know You had a father; let your son say so.—13.


Not from the stars do I my judgment pluck;
And yet methinks I have astronomy,
But not to tell of good or evil luck,
Of plagues, of dearths, or season's quality:
Nor can I fortune to brief minutes tell,
Pointing to each his thunder, rain, and wind,
Or say, with princes if it shall go well,
By oft predict that I in heaven find :
But from thine eyes my knowledge I derive,
And (constant stars) in them I read such art,
As truth and beauty shall together thrive,
If from thyself to store thou wouldst convert :

Or else of thee this I prognosticate,
Thy end is truth's and beauty's doom and


When I coi der everything that grows
Holds in perfection but a little moment,
That this huge state presenteth nought but

shows Whereon the stars in secret in uence com

ment; When I perceive that men as plants increase, Cheer'd and check'd ever by the selfsame sky; Vaunt in their youthful sap, at height decrease, And wear their brave state out of memory; Then the conceit of this inconstant stay Sets you most rich in youth before my sight, Where wasteful time debateth with decay, To change your day of youth to sullied night;

And all in war with time, for love of you, As he takes from you, I engraft you new.


Though yet Heaven knows it is but as a tomb Which hides your life, and shows not half

your parts. If I could write the beauty of your eyes, And in fresh numbers number all your graces, The age to come would say, This poet lies, Such heavenly touches ne'er touch'd earthly

faces. So should my papers, yellowd with their age, Be scorn'd, like old men of less truth than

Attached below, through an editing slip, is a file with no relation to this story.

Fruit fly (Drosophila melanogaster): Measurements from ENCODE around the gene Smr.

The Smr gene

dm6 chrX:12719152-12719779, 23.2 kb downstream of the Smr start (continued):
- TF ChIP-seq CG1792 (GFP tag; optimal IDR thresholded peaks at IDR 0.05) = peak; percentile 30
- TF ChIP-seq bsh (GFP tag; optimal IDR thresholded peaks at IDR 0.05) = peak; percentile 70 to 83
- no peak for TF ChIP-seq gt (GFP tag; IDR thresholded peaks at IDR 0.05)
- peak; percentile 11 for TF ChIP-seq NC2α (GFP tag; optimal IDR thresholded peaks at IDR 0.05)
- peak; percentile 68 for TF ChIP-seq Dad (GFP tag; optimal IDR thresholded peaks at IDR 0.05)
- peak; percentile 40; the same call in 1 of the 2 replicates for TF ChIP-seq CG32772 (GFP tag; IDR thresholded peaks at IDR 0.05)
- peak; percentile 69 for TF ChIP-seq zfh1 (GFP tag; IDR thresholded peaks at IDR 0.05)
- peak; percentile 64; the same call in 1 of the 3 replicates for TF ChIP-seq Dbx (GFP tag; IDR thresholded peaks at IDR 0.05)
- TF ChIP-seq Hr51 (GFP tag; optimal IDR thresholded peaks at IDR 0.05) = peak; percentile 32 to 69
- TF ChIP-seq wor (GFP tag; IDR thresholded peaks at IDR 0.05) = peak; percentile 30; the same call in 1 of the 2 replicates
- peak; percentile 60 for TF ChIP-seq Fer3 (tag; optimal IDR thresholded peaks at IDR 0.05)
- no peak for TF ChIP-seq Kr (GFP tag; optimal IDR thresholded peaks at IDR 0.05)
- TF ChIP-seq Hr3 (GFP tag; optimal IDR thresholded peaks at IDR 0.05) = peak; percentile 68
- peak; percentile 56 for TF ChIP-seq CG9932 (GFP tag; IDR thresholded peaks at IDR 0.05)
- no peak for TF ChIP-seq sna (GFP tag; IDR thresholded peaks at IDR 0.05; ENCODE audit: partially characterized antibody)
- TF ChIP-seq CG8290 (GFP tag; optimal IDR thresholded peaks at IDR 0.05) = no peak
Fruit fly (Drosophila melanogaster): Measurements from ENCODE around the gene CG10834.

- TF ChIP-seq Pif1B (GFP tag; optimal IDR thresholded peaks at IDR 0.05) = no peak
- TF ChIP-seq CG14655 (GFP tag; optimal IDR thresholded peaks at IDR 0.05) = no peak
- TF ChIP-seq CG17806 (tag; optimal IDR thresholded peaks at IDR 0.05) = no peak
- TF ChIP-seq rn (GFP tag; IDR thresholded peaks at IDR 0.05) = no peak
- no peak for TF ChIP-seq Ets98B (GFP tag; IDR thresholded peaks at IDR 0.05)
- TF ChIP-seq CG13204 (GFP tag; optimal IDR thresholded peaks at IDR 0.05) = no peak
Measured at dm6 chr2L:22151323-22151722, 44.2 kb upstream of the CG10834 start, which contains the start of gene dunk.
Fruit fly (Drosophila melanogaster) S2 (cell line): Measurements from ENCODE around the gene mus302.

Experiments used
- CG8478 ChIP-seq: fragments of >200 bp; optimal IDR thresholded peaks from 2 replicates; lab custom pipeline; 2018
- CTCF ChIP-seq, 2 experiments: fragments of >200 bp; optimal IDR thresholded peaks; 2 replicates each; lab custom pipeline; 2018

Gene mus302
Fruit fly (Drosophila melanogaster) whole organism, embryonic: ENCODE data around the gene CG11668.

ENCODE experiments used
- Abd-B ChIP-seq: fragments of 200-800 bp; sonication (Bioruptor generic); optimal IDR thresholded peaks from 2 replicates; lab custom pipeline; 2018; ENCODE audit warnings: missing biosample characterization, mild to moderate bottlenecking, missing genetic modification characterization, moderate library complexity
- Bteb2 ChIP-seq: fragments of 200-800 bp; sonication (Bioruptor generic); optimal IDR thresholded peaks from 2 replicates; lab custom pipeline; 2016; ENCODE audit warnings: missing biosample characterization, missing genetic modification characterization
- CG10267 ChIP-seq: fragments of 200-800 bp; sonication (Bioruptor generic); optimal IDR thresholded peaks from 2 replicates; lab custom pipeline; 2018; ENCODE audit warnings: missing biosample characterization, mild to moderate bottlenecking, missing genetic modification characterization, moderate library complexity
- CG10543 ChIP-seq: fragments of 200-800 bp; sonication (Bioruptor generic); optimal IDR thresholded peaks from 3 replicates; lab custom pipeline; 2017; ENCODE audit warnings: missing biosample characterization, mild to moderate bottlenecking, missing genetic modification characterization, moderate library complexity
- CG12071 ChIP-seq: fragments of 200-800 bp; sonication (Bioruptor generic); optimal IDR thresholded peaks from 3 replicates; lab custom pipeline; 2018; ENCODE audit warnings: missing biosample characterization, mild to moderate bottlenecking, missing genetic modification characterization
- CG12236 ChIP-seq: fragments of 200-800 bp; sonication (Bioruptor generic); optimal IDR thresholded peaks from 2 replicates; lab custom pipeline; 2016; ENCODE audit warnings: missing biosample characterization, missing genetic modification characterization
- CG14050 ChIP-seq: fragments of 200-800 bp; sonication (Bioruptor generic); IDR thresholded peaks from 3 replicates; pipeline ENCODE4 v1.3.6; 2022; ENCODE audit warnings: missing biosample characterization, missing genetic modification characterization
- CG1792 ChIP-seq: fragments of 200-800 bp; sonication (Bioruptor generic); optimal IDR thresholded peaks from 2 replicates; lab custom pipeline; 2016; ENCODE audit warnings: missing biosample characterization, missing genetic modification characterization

tongue; And your true rights be term'd a poet's rage, And stretched metre of an antique song: But were some child of yours alive that

time, You should live twice ;-in it, and in my

rhyme.-17. Shall I compare thee to a summer's day! Thou art more lovely and more temperate: Rough winds do shake the darling buds of

May, And summer's lease hath all too short a date: Sometime too hot the eye of heaven shines, And often is his gold complexion dimm'd; And every fair from fair sometime declines, By chance, or nature's changing course, un

trimm'd; But thy eternal summer shall not fade, Nor lose possession of that fair thou owest: Nor shall Death brag thou wanderst in his

shade, When in eternal lines to time thou growest :

So long as men can breathe, or eyes can see,
So long lives this, and this gives life to


But wherefore do not you a mightier way
Make war upon this bloody tyrant, Time?
And fortify yourself in your decay
With means more blessed than my barren

rhyme ?
Now stand you on the top of happy hours;
And many maiden gardens, yet unset,
With virtuous wish would bear you living

flowers, Much liker than your painted counterfeit: So should the lines of life that life repair, Which this, Time's pencil, or my pupil pen, Neither in inward worth, nor outward fair, Can make you live yourself in eyes of men.

To give away yourself, keeps yourself still; And you must live, drawn by your own

sweet skill.-16.

Devouring Time, blunt thou the lion's paws, And make the earth devour her own sweet

brood; Pluck the keen teeth from the fierce tiger's

jaws, And burn the long-liv'd phenix in her blood; Make glad and sorry seasons, as thou fleets, And do whate'er thou wilt, swift-footed Time, To the wide world, and all her fading sweets; But I forbid thee one most heinous crime: O carve not with thy hours my love's fair brow, Nor draw no lines there with thine antique pen; Him in thy course untainted do allow, For beauty's pattern to succeeding men. Yet, do thy worst, old Time: despite thy

wrong, My love shall in my verse ever live young.


Who will believe my verse in time to come, If it were fill'd with your most high deserts ?